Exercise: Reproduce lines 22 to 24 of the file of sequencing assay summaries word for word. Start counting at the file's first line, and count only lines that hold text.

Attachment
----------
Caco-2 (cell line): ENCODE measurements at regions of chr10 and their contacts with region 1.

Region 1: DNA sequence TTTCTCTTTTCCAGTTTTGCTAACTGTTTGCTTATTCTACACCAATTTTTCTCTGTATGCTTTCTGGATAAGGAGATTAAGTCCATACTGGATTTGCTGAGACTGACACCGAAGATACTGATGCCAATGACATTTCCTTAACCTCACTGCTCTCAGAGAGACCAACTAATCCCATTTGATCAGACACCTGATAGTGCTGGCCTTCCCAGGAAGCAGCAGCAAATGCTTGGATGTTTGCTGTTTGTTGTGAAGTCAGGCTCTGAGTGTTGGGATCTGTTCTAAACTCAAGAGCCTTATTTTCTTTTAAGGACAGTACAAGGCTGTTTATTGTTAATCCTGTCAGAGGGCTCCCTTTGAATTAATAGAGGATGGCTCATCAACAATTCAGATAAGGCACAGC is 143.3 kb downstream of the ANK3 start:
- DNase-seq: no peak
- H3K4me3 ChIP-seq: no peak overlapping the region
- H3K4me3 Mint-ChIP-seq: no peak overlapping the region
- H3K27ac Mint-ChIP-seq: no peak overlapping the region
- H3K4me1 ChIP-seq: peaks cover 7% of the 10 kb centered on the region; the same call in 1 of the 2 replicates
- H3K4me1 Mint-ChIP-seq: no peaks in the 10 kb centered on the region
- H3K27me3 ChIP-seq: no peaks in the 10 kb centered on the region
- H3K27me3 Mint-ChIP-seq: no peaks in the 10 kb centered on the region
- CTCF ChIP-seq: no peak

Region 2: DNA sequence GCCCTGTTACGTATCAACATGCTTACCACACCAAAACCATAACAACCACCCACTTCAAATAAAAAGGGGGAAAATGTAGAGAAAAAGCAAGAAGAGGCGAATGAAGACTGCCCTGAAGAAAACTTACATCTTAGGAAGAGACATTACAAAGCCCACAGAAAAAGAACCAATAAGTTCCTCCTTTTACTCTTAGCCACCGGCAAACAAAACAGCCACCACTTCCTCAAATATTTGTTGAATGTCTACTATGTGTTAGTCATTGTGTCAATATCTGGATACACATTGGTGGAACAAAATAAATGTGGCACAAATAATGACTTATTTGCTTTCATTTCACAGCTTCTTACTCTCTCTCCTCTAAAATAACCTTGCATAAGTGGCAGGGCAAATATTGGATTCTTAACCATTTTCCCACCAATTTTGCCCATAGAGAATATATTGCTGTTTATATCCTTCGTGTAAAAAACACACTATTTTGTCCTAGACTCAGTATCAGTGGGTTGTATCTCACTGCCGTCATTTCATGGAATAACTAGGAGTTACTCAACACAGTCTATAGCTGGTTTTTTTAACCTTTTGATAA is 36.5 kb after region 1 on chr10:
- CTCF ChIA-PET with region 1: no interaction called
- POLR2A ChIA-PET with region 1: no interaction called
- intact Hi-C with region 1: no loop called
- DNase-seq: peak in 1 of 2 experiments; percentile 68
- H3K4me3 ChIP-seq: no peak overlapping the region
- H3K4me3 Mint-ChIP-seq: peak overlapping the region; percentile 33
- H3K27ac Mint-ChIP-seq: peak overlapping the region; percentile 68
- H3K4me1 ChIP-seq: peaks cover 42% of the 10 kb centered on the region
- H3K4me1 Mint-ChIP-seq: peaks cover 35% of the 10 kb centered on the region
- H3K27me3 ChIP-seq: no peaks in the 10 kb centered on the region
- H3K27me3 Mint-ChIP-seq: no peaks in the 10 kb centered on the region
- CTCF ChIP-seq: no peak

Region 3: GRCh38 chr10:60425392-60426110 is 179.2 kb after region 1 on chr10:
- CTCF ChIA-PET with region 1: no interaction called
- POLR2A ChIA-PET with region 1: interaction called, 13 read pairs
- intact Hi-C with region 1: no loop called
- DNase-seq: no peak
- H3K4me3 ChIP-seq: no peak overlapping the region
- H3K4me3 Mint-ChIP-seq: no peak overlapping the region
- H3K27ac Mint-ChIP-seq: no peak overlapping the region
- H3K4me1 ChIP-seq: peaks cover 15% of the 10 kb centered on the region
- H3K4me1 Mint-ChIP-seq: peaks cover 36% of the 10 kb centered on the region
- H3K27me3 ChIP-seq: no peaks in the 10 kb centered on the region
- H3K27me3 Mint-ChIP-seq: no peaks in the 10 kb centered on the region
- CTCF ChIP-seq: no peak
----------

- H3K27me3 ChIP-seq: no peaks in the 10 kb centered on the region
- H3K27me3 Mint-ChIP-seq: no peaks in the 10 kb centered on the region
- CTCF ChIP-seq: no peak